Pacman da Gunman is signed to the late Nipsey Hussle’s imprint All Money In (No Money Out). PDG references this on the track “Don’t Speak About It” from his new album “60th St” when he says “Ain’t hard, to see/my brother, smiling, down, on me/You know I learned from the great, capital S on his face/I’m talking All Money business and we never gon’ change”. If you had any doubt who he meant he tweeted a picture with Nipsey referencing his own lyrics. It’s clear that Nipsey was not just an artist whose label he signed with to get shine with but a man he viewed as a mentor guiding him to the next phase of his career. Unfortunately his death robbed Pacman of a role model as it did so many young people who saw Nipsey trying to leave his old life behind and embrace being an artist/entrepreneur/mogul.
I sense from “Never Knew” that Pacman feels an obligation to step into those shoes and make his mentor proud. “Every other night/questioning my life/Am I doing right? Lead me to the light”. He also acknowledges the traps and pitfalls that come from succeeding in the rap game: “Level up, when you doin good, they’ll hate you for it”. PDG may not be telling you anything you don’t already know, but he’s got both a heartfelt demeanor and a stylish flair that gives the words resonance. It’s probably cliche to say he sounds “West coast” but it’s certainly not a surprise to me to hear him rapping with The Game on “How You Feel.”
Of course it goes without saying there’s a tie that binds all three of these artists, but I think the prominent use of the color blue would explain it well to those who still don’t know. Nipsey used his hustle to work with people across the aisle regardless of their set, and if PDG is truly to follow in his mentor’s footsteps, he’ll do the same as his fame increases. It’s hard to know whether or not he’ll achieve as much as Hussle did, but songs like “Racing to the Grave” featuring Mozzy (Tha Motive) gives me hope he’ll outlive the song’s title. He talks quite frankly about having “lost a gang of peers” and sagely notes that rappers “do it for the streets but they don’t love a n*gga”.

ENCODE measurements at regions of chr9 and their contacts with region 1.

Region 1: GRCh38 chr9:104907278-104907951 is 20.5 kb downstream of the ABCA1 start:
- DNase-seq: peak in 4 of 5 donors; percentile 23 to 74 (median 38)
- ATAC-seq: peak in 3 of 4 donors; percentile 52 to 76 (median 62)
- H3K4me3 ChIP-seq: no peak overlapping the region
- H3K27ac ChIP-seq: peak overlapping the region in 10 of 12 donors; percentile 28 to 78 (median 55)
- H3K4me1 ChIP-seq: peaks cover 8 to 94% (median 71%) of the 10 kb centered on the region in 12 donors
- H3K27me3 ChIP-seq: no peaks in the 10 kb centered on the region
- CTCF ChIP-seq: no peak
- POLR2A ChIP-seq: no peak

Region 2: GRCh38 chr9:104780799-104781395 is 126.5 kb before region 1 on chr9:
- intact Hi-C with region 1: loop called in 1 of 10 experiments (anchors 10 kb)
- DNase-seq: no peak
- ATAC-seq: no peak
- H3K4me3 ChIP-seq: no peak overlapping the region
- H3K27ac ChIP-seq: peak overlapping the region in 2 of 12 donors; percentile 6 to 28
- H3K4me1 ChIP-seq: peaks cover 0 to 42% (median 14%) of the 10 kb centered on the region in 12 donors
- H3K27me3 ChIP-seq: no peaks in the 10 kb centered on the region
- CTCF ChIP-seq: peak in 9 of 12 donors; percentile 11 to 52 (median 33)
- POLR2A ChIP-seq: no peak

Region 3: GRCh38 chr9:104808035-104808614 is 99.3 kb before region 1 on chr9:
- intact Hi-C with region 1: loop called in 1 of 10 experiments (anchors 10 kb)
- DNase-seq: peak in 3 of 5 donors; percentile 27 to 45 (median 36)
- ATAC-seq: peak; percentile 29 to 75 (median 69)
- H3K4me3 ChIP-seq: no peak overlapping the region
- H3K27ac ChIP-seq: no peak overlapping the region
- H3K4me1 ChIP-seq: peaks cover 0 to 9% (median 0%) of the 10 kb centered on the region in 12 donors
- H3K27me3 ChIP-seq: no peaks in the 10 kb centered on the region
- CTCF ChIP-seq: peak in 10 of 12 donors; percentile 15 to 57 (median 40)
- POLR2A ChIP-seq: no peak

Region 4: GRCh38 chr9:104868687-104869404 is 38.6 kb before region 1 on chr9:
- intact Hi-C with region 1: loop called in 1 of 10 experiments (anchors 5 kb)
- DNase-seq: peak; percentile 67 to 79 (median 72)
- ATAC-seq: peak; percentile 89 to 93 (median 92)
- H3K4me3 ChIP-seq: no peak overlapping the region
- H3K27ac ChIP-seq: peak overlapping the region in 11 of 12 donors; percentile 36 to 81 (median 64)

It takes a lot to catch my attention after 35+ years of rap music, and the fact Pacman da Gunman had an interesting name (here’s hoping Bandai-Namco doesn’t sue) and famous connection probably didn’t hurt, nor did the fact that he has the physique of a NFL lineman. At the end of the day though it’s the music that matters, and the deep bass line meets the deep thoughts of “In Too Deep” in an ear pleasing way. “I don’t make excuses/I just make improvements”. Pacman’s clearly a thoughtful young rapper choosing words that have meaning for himself and for those who are paying attention.
I don’t want to oversell “60th St” nor do I think I need to. PDG’s music largely speaks for itself, but even by his own admission he has room to improve and become a better version of himself. There are some people in life who can get far by being so arrogant in their demeanor that everyone believes they are what they say they are (whether they are or not), but you also don’t make many friends or influence many enemies that way. Pacman da Gunna has the potential to do BOTH and I think Nipsey would be proud.